Control charts can be further evaluated with what are called the Westinghouse rules. These have been modified over time but are still a good basic starting point. Here those Westinghouse control chart rules:
1. The most recent point plots outside one of the 3-sigma control limits.
2. Two of the three most recent points plot outside and on the same side as one of the 2-sigma control limits.
3. Four of the five most recent points plot outside and on the same side as one of the 1-sigma control limits.
4. Eight out of the last eight points plot on the same side of the center line, or target value.
5. Six points in a row increasing or decreasing.
6. Fifteen points in a row within one sigma.
7. Fourteen points in a row alternating direction.
8. Eight points in a row outside one sigma.
However, let me tell you that not everyone exactly agrees with the Westinghouse Rules, and there are different rule sets out there. That one is pretty standard, however. One thing we all agree on: a point outside of the 3 sigma (3 standard deviation red bars) control limits is just not good. Look at those cases.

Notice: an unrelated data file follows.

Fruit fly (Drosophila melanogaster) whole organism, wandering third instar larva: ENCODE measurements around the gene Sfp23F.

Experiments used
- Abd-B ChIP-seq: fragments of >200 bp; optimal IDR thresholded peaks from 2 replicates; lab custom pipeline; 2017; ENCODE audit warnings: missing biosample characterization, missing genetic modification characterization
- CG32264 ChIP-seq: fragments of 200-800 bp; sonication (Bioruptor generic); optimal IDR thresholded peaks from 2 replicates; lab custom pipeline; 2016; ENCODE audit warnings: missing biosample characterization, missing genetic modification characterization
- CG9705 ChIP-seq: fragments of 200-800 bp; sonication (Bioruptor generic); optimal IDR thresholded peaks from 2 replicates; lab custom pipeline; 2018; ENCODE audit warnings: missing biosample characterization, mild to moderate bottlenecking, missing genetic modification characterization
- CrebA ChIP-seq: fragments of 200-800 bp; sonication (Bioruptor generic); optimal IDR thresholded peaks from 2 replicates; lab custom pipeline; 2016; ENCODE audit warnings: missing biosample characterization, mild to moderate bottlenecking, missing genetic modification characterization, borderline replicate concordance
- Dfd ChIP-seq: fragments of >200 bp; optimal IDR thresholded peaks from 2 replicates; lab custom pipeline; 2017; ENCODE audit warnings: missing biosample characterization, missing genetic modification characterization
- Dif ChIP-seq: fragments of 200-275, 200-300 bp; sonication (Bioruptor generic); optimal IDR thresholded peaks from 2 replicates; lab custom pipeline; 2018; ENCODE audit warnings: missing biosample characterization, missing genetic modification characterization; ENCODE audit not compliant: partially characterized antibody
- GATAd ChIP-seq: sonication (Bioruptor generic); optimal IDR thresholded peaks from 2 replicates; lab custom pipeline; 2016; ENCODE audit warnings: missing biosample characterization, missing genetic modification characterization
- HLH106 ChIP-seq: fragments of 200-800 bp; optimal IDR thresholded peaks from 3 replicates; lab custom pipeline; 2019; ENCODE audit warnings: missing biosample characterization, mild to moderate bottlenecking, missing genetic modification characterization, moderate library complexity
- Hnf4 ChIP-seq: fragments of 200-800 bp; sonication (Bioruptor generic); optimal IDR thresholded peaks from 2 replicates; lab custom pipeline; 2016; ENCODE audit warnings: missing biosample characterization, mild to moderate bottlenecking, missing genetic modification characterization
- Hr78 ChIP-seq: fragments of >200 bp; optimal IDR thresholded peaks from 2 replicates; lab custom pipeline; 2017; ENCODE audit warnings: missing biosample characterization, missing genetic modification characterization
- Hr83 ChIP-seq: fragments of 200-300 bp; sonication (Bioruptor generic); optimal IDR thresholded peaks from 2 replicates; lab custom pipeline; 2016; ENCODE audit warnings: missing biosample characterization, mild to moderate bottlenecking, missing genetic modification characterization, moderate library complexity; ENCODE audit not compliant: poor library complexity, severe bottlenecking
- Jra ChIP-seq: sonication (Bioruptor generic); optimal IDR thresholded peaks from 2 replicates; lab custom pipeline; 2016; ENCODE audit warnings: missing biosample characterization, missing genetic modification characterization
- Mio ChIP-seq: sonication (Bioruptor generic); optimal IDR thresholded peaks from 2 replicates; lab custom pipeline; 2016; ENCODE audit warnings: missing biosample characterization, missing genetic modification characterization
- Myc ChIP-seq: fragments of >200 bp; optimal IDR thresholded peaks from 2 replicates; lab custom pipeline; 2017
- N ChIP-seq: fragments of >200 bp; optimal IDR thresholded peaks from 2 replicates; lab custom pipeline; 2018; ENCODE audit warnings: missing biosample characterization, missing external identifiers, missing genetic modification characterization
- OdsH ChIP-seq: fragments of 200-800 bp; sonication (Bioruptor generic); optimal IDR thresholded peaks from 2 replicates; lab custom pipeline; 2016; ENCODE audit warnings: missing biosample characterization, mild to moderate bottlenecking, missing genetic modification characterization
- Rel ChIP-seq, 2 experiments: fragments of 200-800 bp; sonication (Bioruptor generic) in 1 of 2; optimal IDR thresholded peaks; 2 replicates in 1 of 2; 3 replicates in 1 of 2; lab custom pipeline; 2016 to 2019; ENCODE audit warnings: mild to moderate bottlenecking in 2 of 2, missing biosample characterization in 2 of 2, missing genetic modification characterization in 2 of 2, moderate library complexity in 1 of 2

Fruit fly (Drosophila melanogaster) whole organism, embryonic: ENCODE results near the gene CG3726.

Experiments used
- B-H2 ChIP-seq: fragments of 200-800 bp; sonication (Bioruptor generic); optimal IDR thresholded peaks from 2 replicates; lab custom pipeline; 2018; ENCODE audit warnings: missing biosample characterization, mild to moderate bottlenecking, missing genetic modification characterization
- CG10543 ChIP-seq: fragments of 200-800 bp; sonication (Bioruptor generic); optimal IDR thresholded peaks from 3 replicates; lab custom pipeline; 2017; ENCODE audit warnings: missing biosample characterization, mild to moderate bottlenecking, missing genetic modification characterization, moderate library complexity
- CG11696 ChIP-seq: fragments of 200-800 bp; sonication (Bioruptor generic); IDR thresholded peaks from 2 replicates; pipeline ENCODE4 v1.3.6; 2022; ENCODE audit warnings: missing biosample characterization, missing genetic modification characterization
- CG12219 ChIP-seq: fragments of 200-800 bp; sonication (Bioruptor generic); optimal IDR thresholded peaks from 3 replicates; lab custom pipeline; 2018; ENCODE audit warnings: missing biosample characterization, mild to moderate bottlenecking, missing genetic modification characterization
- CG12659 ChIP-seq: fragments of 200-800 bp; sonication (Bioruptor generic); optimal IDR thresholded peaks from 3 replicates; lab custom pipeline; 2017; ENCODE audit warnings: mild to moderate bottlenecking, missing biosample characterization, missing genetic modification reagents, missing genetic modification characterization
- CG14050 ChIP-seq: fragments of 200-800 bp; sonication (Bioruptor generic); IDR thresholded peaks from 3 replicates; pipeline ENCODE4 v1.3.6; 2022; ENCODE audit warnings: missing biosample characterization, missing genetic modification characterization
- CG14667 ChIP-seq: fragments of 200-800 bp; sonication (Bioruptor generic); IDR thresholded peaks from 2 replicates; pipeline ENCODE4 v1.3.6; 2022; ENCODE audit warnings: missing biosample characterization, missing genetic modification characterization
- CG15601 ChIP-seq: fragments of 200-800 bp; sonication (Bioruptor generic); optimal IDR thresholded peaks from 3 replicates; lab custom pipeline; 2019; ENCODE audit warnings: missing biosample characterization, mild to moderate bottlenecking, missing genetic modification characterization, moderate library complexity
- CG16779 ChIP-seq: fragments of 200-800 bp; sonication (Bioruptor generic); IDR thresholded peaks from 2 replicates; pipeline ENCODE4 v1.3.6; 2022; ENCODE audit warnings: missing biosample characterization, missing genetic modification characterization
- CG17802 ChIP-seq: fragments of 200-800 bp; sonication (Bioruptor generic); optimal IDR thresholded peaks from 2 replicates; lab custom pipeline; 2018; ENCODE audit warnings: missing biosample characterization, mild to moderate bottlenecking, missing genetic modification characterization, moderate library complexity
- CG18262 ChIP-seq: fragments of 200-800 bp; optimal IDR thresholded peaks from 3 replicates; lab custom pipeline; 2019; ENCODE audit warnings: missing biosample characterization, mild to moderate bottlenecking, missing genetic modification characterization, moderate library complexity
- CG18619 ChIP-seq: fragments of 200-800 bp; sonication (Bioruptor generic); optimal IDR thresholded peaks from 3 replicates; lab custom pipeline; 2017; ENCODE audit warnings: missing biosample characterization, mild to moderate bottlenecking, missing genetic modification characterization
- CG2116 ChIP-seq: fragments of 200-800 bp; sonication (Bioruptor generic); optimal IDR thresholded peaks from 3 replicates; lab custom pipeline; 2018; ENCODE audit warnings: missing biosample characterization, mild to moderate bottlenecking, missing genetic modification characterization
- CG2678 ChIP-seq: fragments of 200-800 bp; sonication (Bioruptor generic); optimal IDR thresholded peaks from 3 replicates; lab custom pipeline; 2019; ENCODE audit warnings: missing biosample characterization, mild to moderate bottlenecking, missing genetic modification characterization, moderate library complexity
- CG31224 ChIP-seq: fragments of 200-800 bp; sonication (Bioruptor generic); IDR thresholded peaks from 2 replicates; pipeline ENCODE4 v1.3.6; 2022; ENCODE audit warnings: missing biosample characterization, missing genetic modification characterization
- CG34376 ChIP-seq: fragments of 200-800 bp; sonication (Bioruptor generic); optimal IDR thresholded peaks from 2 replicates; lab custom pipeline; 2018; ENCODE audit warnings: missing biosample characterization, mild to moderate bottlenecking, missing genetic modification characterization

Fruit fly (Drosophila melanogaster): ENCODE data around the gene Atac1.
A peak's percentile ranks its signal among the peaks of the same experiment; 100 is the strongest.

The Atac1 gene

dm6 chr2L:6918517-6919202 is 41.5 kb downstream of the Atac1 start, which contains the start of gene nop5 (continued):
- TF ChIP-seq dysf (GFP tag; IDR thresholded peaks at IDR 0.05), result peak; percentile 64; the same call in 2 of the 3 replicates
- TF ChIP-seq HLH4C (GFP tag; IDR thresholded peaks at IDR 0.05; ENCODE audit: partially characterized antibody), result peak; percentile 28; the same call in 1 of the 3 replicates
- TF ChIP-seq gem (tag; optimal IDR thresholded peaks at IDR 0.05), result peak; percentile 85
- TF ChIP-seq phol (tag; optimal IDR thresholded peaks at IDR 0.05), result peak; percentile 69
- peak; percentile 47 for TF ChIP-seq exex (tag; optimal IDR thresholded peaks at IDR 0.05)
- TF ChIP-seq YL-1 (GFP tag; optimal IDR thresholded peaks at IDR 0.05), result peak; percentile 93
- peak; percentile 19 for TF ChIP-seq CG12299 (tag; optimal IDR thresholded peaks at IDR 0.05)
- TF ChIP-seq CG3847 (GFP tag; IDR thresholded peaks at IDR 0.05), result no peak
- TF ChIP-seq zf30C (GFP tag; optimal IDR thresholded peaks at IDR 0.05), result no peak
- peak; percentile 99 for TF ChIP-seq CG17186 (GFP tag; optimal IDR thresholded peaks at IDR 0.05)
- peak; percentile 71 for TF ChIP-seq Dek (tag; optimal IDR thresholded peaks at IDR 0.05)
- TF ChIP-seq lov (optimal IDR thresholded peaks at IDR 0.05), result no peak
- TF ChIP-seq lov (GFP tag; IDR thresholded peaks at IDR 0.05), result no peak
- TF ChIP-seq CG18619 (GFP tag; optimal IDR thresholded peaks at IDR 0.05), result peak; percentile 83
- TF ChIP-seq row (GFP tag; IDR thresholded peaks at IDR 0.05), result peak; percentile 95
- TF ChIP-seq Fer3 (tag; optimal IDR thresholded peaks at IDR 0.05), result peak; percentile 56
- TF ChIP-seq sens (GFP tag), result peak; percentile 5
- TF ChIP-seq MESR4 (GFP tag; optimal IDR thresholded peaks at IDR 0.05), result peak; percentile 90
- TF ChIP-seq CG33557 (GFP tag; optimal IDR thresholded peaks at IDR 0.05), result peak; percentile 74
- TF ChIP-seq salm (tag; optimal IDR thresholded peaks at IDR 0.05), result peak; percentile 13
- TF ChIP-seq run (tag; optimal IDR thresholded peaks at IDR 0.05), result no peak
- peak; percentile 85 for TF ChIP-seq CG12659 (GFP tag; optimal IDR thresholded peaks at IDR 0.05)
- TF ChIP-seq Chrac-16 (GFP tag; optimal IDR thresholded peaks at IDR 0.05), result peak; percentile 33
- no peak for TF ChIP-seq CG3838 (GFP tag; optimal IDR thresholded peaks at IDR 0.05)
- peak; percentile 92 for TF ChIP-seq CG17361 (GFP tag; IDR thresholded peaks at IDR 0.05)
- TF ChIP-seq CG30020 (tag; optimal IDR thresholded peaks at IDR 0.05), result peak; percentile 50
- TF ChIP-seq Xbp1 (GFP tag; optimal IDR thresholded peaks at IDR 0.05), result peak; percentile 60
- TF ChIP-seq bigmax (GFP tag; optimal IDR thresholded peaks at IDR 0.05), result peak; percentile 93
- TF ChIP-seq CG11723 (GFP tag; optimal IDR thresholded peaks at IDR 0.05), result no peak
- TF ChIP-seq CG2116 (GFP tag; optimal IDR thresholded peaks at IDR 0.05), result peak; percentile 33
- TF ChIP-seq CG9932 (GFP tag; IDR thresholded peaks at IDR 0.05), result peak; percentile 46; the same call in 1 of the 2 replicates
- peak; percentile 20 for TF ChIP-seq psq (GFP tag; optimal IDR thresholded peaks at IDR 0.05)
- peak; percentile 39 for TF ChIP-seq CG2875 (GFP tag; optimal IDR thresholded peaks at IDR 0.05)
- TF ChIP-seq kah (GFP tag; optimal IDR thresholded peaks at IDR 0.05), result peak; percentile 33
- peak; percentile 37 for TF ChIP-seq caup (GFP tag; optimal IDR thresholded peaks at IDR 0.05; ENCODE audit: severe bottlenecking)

Now let’s discuss the other part of the ImR chart, the range chart. The range is a measure of variance between data points. In other words this shows us how wide the swings are in our data. It is possible to have a range which is unacceptably high and which demonstrates that there is a significant amount of variance in the system that was unexpected. This can happen even when the data point itself is in control. If we see an unusual amount of variance between data points the question becomes “Why such a wide swing and why such an unusually wide swing for our data set at our institution?”
At the end of the day the ImR chart is a very useful tool in healthcare for the control phase of the project. Remember, just as important as the particular tool is the fact that we engage in a control phase. The control phase helps us receive feedback from the system when something has gone wrong, something needs maintenance, and the “weeds need trimming”.
There are many options for the particular tools you can use during the control phase for your project. Some are listed above. As usual the question of whether your data are normally distributed is central to being able to apply a control chart in a straightforward manner. Not only are there many types of control charts, but there are also some that do not require this focus on normal data and we will discuss these at another time. Best of luck with your quality improvement project. Please leave any thoughts or comments beneath!